“Take the home appliance industry for example…previously, international brands (like Bosch and Siemens) positioned themselves in the premium market, now they need to look at other tiers too…because the gap between international and higher-end Chinese brands is no longer so massive.”
That time of year has come again for ‘The Plastics Industry Awards 2014’. Every year it recognises the best that the UK plastics industry has to offer with 17 categories ranging from ‘Processor of the Year’ to ‘Apprentice of the Year’. PDD is a previous winner of ‘Industrial Product Design of the Year’ award, but this year I was lucky enough to be invited along as a finalist.
This year’s event was held at the London Hilton Park Lane with 800 guests attending. The evening began with a champagne reception and meal which gave everyone the opportunity to speak with fellow finalists and individuals from across the industry.
The awards themselves were presented by comedian Al Murray (aka The Pub Landlord) who despite admitting to knowing next to nothing about the industry or the awards performed a hilarious table by table interview with few escaping.
The evening went off without a hitch, even though the autocue decided to turn off midway through the opening speeches and I was honoured to receive the ‘Young Designer of the Year Award’. Click here to see the list of other winners from the evening.
Tom Hamilton holding his award. Image credit: Plastics Industry Awards
The project ‘Zebro’ that I won the award for was part of my final year project while at Loughborough University studying Industrial Design.
Featured image and above image credit: Tom Hamilton
Zebro is an emergency trauma splint. It is fast and effective at immobilising any leg injury, aiding in getting that person to safety. It incorporates new technology and materials not exploited in this field before.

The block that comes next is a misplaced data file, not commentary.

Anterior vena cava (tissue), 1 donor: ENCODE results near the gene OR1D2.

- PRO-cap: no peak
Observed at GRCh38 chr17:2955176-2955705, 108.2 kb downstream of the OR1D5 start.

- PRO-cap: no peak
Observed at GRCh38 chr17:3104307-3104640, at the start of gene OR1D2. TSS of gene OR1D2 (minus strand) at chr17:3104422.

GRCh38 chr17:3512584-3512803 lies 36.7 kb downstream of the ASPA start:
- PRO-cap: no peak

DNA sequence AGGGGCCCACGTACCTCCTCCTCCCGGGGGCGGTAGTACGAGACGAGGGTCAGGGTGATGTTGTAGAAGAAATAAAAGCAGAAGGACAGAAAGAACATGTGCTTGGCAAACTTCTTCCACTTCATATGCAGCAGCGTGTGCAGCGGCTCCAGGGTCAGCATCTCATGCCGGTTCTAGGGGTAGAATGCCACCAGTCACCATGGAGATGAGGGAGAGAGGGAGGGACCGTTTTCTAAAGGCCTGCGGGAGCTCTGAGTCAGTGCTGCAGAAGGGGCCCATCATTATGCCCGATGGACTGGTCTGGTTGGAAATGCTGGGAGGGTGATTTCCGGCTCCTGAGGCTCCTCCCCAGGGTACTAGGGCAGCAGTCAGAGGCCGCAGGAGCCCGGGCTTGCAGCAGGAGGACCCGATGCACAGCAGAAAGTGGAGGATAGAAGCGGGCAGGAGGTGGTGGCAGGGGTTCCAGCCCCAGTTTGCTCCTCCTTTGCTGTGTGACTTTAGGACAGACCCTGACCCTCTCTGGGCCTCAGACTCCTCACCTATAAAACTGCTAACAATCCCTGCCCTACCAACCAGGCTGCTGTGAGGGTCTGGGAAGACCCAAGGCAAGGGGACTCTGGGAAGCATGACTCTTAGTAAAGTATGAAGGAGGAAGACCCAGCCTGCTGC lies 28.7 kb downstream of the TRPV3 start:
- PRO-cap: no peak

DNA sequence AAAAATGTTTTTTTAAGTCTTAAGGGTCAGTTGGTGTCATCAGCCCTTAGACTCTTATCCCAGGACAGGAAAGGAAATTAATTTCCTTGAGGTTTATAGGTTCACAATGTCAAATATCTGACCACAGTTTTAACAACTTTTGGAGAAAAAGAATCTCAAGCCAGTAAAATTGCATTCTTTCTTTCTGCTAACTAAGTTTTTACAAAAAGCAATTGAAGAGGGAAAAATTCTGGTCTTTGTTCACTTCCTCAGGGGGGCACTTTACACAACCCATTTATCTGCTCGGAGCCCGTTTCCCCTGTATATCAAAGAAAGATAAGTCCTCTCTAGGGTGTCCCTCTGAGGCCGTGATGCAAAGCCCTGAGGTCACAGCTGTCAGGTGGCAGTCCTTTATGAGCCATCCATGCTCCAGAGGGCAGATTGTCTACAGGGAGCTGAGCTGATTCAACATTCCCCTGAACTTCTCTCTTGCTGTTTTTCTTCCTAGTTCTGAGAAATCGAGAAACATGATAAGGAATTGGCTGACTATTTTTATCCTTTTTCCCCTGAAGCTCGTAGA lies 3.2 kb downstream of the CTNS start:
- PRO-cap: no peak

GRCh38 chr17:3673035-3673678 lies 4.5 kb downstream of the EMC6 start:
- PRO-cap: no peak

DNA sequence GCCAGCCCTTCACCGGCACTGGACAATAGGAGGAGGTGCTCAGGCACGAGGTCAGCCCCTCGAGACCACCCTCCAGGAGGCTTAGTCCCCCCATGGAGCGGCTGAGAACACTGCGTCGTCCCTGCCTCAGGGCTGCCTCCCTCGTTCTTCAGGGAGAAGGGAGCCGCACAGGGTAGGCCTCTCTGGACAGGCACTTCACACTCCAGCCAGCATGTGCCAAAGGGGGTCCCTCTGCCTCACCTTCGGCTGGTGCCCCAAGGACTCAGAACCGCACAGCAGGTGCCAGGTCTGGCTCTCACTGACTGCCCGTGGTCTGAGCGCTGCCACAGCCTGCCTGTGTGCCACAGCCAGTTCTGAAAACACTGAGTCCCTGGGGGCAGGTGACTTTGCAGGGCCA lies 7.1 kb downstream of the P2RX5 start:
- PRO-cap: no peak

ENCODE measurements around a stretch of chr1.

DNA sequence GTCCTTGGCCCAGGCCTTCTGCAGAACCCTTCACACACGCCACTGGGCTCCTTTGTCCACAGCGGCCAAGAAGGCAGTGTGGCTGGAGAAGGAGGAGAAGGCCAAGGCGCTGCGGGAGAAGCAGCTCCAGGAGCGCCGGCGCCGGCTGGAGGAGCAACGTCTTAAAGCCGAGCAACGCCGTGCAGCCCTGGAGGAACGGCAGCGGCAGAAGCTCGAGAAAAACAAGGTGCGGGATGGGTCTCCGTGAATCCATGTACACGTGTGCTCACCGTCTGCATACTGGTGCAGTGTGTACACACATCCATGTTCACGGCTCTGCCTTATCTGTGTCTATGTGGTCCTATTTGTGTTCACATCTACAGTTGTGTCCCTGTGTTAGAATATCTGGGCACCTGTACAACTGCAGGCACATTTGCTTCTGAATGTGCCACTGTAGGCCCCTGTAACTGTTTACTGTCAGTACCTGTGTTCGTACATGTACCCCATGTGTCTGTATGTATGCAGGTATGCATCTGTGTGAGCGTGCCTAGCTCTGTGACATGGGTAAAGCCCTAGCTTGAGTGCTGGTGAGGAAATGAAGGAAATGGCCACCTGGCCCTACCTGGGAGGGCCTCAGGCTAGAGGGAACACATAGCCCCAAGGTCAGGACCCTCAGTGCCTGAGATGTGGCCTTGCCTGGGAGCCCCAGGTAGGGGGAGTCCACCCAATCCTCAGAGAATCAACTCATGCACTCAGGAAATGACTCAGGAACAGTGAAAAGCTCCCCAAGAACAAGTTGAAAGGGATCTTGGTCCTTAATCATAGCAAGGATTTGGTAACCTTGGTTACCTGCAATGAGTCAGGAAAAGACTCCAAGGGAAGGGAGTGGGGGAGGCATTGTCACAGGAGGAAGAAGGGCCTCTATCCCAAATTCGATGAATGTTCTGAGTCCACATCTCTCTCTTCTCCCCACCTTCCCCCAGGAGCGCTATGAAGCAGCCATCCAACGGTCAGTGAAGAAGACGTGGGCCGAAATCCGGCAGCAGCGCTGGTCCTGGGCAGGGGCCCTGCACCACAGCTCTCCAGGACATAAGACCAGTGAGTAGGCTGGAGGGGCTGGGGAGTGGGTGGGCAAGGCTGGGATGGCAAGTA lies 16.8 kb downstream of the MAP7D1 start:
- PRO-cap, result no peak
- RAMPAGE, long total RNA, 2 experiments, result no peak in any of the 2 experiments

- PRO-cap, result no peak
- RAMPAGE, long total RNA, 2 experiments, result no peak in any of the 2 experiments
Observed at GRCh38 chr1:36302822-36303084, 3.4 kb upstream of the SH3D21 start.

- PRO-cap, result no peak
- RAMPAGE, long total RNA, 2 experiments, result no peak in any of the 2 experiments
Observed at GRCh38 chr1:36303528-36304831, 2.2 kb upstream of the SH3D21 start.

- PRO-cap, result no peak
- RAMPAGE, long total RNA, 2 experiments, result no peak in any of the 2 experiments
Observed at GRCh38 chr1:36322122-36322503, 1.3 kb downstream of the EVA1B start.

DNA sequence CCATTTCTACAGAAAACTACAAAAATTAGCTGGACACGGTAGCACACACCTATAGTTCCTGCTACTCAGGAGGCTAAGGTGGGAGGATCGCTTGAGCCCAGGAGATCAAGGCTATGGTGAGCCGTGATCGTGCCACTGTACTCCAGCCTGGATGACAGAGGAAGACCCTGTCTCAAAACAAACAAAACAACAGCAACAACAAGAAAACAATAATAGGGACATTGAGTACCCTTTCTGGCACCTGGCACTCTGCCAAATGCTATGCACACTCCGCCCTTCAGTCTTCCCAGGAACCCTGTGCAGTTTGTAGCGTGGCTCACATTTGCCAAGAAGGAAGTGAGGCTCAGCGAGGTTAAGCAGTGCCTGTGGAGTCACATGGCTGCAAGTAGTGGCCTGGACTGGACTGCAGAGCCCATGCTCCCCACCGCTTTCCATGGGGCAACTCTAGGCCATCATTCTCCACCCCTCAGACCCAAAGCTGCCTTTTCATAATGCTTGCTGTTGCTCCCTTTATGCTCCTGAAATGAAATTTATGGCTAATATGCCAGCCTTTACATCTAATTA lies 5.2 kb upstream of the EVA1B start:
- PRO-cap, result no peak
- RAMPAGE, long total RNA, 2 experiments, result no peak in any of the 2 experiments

The product works by wrapping the Polypropylene plastic shell around the casualty’s leg, forming a high strength cylinder that surrounds and immobilises the injury. The shell is then held in place by an innovative system that consists of Dyneema cable that is tightened through the ratchet dials, one on each half of the splint. The dial is a two part, lightweight mechanism that has a tightening and release function enabled by a two stage snap fit design. The straps interlock as they pass over the leg ensuring that they stay inline and maintain an even tension along the length of the leg, individual straps can be unclipped to relieve tension on certain areas if needed.
The top half of the splint and the bottom half of the splint can be used separately for more localised injuries or both halves can be used in conjunction to splint the whole leg. The whole product is radio-transparent and therefore can be left on the patient whilst they are having a CT or MRI scan, therefore reducing the risk of unnecessary injury if the leg is un-splinted too early.
As the product can unroll and lay flat it can be clipped onto the outside or underneath the straps of the rescuers backpack using the back strap. The product weighs less than 1kg making it the lightest re-useable splint on the market. These features ensure the splint is easy to transport to the casualty even if they are in a remote location.
For more images visit: www.thomas-hamilton.co.uk/zebro
As a designer I have always found the most rewarding products to develop are those that improve the quality of people’s lives: whether it’s medical equipment for new therapies, easier to use pharma devices, protective equipment for industry and defence or safety products for the rugged outdoors. Improving lives for me means delivering better and safer experiences and wellbeing, preferably also in a more efficient or sustainable way. There is a clear value attached to improving the quality of lives of users, so at the same time the endeavour is more likely to be a worthwhile to the producer also. At PDD we call this objective where parties win-win ‘Meaningful Innovation’.
The recent announcement that the MHRA (Medicines and Healthcare products Regulatory Agency) has licensed VOKE, believed to be the world’s first cigarette-shaped nicotine inhaler, is welcome news and a wonderful example of life-improving innovation.